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2 of 2 people found the following review helpful
5.0 out of 5 stars Wow! Dec 5 2010
The best mountaineering film by far. The "final Exam" as the Eiger was known. This was the attempt at the mountain that inspired the Clint Eastward Film, "The Eiger Sanction". I was on the edge of my seat the whole time with curled toes. It did not matter what language it was in. Subtitles or not you knew what these guys were going through. As a former climber, the film was more than technically sound. These boys did not have the space age clothes and titanium tools now that make climbing much easier now. They cycled to the mountain as well. They did add a bit of Hollywood, Nazis, but it does not spoil the important parts.
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2 of 2 people found the following review helpful
5.0 out of 5 stars An Incredible Movie July 25 2010
By Wayne
The North Face refers to the Eiger, a mountain in the Switzerland Alps.The north face of this mountain is very hard to climb. Since 1935 64 climbers have died trying to scale this part of the mountain.
This is the true story of one of these attempts.In 1936 the Nazi's sent climbers to scale the mountain hoping that the first to climb the north face would be Germans.This is one of the most suspensful movies I have ever seen.The movie is very realistic and while watching this movie I wondered how they filmed it as the realism and great acting is amazing.Make sure your popcorn is made in advance as you will not want to miss one moment of this film.It is in German with subtitles.
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1 of 1 people found the following review helpful
5.0 out of 5 stars amazing piece of filmmaking Aug. 11 2011
By Brian Maitland TOP 500 REVIEWER
The star of this movie is the Eiger Mountain. Yes, the movie is about the first attempted ascent of the Eiger (Ogre in English) and focuses mainly on the two German mountaineers but the mountain is, as I said, truly the star.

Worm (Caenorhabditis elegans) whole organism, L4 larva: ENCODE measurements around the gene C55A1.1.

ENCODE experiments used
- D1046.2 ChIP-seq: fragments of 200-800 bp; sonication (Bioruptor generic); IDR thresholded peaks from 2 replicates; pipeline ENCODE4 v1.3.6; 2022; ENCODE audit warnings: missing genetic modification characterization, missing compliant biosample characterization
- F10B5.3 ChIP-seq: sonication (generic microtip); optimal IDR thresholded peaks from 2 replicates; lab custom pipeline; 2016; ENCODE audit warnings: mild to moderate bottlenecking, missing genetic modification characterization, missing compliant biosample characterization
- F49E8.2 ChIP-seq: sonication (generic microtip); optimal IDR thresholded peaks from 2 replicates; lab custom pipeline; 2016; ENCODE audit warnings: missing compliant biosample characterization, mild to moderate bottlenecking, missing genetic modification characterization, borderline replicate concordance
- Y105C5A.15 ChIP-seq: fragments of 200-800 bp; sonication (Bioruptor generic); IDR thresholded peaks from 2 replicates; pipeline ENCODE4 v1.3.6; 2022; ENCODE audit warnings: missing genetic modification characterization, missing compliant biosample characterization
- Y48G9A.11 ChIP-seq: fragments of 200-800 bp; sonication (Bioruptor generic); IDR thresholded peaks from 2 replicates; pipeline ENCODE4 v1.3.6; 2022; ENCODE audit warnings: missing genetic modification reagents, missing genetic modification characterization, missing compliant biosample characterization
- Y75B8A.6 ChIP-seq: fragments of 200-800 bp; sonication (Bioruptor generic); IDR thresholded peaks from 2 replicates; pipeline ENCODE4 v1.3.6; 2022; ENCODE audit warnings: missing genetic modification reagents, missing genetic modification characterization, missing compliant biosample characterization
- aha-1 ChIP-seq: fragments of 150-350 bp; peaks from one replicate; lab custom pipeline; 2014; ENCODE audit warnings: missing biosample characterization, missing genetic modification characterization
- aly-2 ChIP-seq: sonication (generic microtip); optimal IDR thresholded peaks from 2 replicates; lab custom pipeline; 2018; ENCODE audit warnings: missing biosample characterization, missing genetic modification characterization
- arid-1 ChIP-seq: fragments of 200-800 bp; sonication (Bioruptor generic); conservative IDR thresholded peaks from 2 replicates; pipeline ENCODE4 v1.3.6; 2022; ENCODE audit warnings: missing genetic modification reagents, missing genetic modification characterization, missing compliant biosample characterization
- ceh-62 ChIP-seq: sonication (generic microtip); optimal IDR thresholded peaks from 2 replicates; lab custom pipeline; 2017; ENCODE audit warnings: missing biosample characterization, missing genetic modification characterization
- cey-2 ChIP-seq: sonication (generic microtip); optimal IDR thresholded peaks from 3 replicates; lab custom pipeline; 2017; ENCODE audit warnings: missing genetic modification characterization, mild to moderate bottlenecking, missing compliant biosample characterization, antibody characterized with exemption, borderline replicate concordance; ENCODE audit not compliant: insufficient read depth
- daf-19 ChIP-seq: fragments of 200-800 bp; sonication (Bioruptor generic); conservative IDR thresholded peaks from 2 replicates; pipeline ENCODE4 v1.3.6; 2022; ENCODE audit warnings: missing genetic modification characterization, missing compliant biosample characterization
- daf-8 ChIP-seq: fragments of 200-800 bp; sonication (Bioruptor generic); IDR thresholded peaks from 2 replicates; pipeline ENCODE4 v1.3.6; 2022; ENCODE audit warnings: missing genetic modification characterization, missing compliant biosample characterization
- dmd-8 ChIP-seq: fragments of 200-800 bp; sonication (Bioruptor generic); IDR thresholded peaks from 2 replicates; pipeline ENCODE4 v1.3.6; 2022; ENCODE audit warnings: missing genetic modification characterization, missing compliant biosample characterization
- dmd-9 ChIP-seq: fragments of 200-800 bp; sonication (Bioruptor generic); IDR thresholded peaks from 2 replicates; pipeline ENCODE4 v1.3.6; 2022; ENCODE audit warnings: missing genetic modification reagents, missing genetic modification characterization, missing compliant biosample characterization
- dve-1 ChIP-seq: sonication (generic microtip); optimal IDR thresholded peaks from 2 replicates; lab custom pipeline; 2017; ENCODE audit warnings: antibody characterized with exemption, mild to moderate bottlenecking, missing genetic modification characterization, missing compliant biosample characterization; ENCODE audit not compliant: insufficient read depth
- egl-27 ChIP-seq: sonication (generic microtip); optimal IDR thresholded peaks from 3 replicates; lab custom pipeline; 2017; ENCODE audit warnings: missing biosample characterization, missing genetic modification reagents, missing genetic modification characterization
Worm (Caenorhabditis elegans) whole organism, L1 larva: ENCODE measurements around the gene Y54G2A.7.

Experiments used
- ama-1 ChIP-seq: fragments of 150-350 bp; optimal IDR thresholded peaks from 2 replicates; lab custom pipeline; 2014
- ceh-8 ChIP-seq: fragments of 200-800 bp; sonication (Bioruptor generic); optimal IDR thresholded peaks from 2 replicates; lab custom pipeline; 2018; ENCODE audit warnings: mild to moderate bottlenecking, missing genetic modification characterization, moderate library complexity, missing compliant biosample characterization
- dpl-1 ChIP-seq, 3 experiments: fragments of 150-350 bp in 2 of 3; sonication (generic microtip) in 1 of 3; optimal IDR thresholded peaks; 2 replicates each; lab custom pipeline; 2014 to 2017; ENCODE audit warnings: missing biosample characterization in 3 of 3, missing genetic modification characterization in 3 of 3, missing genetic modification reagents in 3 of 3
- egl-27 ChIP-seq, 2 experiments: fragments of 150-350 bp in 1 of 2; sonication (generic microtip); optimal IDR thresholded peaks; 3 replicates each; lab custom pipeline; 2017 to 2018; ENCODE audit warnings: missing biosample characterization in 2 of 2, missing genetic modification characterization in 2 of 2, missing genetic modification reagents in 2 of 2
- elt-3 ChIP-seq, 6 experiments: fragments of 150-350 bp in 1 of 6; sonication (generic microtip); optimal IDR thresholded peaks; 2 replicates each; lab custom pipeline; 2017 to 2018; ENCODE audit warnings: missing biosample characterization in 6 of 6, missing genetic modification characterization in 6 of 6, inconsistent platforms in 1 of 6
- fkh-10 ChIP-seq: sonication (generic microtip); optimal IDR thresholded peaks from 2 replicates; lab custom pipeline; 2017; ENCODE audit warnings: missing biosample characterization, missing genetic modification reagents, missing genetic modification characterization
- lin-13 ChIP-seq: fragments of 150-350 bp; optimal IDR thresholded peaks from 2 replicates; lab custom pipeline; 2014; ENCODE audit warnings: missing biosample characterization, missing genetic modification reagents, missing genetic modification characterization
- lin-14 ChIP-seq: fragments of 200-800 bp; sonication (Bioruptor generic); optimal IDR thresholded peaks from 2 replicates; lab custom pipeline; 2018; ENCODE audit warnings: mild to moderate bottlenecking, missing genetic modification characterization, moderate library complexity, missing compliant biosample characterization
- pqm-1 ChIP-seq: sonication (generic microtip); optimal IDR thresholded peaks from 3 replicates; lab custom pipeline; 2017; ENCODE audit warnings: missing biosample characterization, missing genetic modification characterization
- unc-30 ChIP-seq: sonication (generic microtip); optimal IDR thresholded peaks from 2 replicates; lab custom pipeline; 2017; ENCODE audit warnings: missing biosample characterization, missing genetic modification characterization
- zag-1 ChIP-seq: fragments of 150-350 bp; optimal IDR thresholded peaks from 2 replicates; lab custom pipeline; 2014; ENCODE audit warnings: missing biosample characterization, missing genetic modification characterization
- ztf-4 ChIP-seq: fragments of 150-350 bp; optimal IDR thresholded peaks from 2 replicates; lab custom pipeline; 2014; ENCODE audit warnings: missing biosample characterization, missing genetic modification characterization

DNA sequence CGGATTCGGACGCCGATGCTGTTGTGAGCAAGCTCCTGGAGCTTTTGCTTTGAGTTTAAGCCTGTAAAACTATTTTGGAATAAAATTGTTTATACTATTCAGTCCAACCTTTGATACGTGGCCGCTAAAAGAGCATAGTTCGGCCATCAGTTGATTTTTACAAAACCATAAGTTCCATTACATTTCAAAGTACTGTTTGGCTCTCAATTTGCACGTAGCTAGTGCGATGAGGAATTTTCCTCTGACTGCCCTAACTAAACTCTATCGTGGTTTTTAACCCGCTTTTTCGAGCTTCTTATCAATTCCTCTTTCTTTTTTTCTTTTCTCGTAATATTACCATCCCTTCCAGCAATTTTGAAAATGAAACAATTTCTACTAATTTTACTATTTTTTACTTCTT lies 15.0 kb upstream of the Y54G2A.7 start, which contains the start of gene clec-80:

The cinematography and the CGI is remarkably beautiful, awe-inspiring, scary and just plain jaw-droppingly unreal. On the DVD extras you get a great look at how the visual effects were done. There's no lengthy boring technical explanation by talking heads. They just show onscreen how layers and backgrounds are painted in as well as snow and wind. It's mindblowing technology and kudos to the visual effects co. Lugungtrug.

The acting also elevates (excuse the pun) what is a basic story--men climb mountain, mountain wins, men lose. The buildup to the climb shows us the lives of the two German mountaineers, Toni Kurz (Benno Furmann) and Andreas Hinterstoisser (Florian Lukas), in their small Bavarian village, Berchtesgarden, that is home to a Nazi mountain brigade (and of course Hitler's summer home) that the two are reluctantly a part of in 1936...until they quit the army and decide to "attack" the Eiger.

The other tangent is of newspaper reporters in Berlin who follow the story on the ground and actually on the mountain due to the photographer, Luise (Johanna Wokalek), and her relationship with the climbers as she grew up in the same village. The love story that develops works as Luise transforms herself over the course of the movie from a wide-eyed gopher at the Berlin newspaper offices to a talented photojournalist who sees clearly her future, the future of her nation and that of her mountaineering friends as all intertwined in the politics of the time. Yet the director never lets the politics overwhelm the story.

Back to the filming.